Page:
A sequence of events set in motion by Alex Smith's Week 10 concussion culminated on Wednesday when Fox Sports' Jay Glazer reported the San Francisco 49ers quarterback will be moving to the Kansas City Chiefs next season (h/t Will Brinson, CBS Sports).
The move will be analyzed and re-analyzed ad nauseam over the coming weeks and months, and it will be done so from a football point of view, a draft point of view and a financial point of view. Just as importantly, it will also be evaluated from a medical point of view.
At the time of his concussion, no one knew that Smith would eventually be replaced due to the injury. That is bad enough. What's even worse—now everyone does.
In hindsight, the writing was on the wall. Though he consistently led the 49ers to victory, Smith never made jaws drop, and the perfect storm of his concussion, an electric backup in Colin Kaepernick and a struggling Chicago Bears team eventually sealed his fate in San Francisco.
The ramifications of Smith's saga extend far beyond the 49ers and Chiefs. Players will not look at the trade and see a quarterback who left one team for another due to the ascension of the talented, young Kaepernick. Rather, they will see a player who—as a direct result of a concussion—went from captaining a perennial Super Bowl contender to instead taking snaps for a badly struggling franchise.
More importantly, they will also be correct.
Like it or not, concussions aren't going anywhere. Current technology cannot prevent the brain injury, and the medical community now knows that concussion deterrence does not simply come down to thicker helmets.
As a result, emphasis should continue to be placed on the proper management of concussions. Unfortunately, the completely understandable business and football move of benching and then trading Alex Smith threatens the foundation of concussion treatment altogether—a player's self-report of symptoms.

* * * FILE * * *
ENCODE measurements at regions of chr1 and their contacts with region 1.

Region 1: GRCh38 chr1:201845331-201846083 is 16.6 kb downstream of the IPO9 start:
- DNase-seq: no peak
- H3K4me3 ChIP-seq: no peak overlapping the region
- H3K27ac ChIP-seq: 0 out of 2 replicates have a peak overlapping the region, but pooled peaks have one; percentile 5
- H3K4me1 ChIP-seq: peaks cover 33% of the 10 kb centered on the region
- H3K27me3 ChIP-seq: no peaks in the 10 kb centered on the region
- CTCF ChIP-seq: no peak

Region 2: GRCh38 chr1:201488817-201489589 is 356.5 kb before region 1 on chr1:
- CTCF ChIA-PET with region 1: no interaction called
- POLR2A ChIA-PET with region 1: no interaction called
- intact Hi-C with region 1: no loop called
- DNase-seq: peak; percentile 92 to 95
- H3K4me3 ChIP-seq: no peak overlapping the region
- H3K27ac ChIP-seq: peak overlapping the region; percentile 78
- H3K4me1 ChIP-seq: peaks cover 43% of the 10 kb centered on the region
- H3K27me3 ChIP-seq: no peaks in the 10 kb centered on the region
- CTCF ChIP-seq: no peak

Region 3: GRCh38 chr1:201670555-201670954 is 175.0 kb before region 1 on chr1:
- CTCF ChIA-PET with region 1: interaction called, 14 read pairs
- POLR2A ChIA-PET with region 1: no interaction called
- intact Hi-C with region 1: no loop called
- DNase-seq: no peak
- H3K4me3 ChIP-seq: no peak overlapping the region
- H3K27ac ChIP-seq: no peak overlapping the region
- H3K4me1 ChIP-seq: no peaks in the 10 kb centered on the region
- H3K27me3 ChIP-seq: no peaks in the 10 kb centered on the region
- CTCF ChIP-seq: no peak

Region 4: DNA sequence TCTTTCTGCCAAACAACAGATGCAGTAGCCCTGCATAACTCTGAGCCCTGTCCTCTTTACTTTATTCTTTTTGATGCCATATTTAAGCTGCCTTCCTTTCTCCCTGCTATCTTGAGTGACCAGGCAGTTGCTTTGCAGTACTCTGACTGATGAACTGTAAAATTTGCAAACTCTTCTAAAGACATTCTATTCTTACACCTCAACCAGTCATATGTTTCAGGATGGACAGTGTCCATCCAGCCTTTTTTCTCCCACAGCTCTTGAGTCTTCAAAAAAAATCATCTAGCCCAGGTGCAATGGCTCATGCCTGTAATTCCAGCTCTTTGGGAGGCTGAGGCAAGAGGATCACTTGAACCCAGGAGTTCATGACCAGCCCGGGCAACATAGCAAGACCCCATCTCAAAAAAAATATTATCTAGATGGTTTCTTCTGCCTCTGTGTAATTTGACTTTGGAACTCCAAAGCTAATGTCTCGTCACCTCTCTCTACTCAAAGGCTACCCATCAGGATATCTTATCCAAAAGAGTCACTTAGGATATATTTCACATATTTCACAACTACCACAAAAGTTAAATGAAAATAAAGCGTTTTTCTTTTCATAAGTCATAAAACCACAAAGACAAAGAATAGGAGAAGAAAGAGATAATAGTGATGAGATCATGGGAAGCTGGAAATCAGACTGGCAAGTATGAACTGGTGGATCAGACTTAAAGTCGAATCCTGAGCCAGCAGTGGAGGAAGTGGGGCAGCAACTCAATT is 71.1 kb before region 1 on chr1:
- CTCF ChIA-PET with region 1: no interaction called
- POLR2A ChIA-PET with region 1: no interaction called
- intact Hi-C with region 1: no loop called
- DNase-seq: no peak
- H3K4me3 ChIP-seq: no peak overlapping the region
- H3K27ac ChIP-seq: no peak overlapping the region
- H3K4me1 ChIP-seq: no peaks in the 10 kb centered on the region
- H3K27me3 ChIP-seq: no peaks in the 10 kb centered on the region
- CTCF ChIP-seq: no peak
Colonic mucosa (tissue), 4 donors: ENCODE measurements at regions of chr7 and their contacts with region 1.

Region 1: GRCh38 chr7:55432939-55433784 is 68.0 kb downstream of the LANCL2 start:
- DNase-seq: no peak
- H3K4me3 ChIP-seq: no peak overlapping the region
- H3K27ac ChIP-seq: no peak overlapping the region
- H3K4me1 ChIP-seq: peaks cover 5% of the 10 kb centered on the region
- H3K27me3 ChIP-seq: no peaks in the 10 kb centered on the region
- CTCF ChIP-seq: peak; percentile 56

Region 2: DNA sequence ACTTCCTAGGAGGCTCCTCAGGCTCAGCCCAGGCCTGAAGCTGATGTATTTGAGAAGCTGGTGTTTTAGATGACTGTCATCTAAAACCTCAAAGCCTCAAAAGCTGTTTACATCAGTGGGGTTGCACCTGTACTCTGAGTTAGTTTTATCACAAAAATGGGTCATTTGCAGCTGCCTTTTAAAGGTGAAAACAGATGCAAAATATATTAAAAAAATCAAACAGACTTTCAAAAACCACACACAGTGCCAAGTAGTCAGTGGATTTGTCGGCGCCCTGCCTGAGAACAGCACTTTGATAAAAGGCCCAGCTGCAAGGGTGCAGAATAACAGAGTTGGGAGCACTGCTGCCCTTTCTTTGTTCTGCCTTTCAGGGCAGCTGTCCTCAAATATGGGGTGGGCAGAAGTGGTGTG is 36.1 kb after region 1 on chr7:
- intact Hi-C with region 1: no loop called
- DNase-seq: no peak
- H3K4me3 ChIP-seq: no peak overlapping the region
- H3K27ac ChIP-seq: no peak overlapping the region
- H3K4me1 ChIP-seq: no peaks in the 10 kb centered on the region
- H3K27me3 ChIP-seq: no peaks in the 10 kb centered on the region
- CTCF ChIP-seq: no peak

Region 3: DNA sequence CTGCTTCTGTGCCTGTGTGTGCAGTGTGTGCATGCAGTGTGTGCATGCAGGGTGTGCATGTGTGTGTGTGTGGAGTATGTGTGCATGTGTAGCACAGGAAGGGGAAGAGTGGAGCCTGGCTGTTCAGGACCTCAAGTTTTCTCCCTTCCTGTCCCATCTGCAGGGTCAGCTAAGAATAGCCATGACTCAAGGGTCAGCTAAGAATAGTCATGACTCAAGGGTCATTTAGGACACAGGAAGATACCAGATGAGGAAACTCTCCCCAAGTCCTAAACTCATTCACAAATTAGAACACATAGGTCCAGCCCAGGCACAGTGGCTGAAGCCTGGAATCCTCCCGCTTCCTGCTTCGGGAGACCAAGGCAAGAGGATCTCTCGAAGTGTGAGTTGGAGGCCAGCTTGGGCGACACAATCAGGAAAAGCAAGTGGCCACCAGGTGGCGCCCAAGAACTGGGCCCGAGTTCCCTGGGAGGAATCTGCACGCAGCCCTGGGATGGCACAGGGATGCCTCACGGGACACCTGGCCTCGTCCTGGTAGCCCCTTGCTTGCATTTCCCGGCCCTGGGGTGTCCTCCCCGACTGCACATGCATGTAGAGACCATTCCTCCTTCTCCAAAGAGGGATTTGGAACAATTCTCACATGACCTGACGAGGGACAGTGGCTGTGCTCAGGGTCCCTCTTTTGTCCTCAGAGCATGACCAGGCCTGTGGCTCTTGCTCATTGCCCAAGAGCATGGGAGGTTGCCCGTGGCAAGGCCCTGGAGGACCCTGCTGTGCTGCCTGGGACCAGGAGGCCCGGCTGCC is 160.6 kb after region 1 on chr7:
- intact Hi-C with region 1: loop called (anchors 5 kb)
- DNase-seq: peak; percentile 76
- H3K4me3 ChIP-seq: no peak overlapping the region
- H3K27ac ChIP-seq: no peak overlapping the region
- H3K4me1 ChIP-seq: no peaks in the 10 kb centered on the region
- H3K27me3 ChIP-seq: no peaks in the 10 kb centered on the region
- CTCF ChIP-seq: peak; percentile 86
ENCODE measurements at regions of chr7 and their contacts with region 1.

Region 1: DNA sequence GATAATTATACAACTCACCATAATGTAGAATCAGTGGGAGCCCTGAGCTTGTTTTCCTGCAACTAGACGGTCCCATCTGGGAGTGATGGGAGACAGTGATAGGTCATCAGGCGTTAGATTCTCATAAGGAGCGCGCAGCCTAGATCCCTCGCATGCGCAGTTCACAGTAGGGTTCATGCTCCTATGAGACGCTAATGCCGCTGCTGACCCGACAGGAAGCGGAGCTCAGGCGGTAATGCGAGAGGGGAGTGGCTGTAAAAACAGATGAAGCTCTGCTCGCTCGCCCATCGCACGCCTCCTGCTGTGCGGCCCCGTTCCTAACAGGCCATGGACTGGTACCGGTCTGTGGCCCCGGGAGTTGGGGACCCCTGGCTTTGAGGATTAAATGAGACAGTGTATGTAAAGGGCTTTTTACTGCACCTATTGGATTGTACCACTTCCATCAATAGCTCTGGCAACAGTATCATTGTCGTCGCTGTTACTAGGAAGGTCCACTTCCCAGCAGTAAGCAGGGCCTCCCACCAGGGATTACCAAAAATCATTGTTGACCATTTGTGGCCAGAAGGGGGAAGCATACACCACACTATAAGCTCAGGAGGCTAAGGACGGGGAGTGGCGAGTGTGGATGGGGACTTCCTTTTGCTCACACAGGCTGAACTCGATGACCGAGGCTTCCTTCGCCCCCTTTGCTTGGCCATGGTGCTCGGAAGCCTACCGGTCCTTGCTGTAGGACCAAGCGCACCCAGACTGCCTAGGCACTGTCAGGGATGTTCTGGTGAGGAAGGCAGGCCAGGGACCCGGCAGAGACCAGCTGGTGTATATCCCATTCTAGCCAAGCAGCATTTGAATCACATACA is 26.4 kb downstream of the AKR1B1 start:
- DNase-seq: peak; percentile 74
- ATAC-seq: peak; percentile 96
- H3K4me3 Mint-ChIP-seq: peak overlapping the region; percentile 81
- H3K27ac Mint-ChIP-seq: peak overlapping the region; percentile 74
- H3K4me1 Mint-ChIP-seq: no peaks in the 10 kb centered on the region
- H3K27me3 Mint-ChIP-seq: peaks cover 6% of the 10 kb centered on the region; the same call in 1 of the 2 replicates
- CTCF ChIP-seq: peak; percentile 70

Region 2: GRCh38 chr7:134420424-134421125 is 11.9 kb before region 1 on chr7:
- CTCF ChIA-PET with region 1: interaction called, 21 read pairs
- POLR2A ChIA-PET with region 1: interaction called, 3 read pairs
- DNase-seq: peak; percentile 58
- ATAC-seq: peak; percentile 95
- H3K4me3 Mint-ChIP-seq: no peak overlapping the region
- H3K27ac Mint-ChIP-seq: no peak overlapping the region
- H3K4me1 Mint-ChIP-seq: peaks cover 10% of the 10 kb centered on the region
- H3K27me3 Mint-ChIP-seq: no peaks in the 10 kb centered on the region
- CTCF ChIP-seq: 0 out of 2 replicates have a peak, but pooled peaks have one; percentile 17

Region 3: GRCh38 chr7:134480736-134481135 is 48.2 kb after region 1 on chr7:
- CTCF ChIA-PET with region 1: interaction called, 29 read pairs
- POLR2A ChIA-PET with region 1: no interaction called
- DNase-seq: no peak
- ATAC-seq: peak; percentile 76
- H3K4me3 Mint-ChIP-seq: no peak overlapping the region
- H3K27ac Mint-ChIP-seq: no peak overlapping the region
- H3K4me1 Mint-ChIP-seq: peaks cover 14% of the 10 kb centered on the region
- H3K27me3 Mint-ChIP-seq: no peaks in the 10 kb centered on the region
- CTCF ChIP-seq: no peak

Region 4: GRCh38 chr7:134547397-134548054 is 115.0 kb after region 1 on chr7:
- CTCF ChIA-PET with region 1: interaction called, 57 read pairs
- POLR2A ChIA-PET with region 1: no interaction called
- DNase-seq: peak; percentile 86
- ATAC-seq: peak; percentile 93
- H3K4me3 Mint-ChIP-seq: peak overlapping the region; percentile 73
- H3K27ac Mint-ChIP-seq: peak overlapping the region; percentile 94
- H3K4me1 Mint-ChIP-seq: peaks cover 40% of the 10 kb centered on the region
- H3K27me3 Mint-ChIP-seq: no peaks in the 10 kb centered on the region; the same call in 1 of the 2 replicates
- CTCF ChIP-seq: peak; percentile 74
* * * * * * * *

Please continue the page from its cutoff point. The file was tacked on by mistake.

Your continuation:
If, after years and years of training, a bench player successfully scratches and claws his way to a starting position in the ultra-competitive NFL only to watch players around him lose their jobs due to concussions, what will he likely elect to do? Will he report his symptoms and risk the bench, or will he try to secretly push through them?
For an answer to that question, look no further than Greg McElroy of the New York Jets.
Last December, McElroy reportedly hid his concussion symptoms from the Jets medical and training staffs in an effort to keep his starting job. NFL.com Gregg Rosenthal beautifully summed up McElroy's flawed logic when he wrote, "Greg McElroy got the first start of his NFL career last week. He didn't want anything—even a concussion—to stand in the way of his second start."
In some ways, McElroy's reasoning is understandable, but fighting to keep a starting job is one thing.
Just not getting it is another.
"So you don't consider the concussion an injury?" Junod asked.
"That's what they consider it." McGahee responded. "But getting a concussion and hurting your knee are two different things. You get back up from a concussion."
Junod then continued: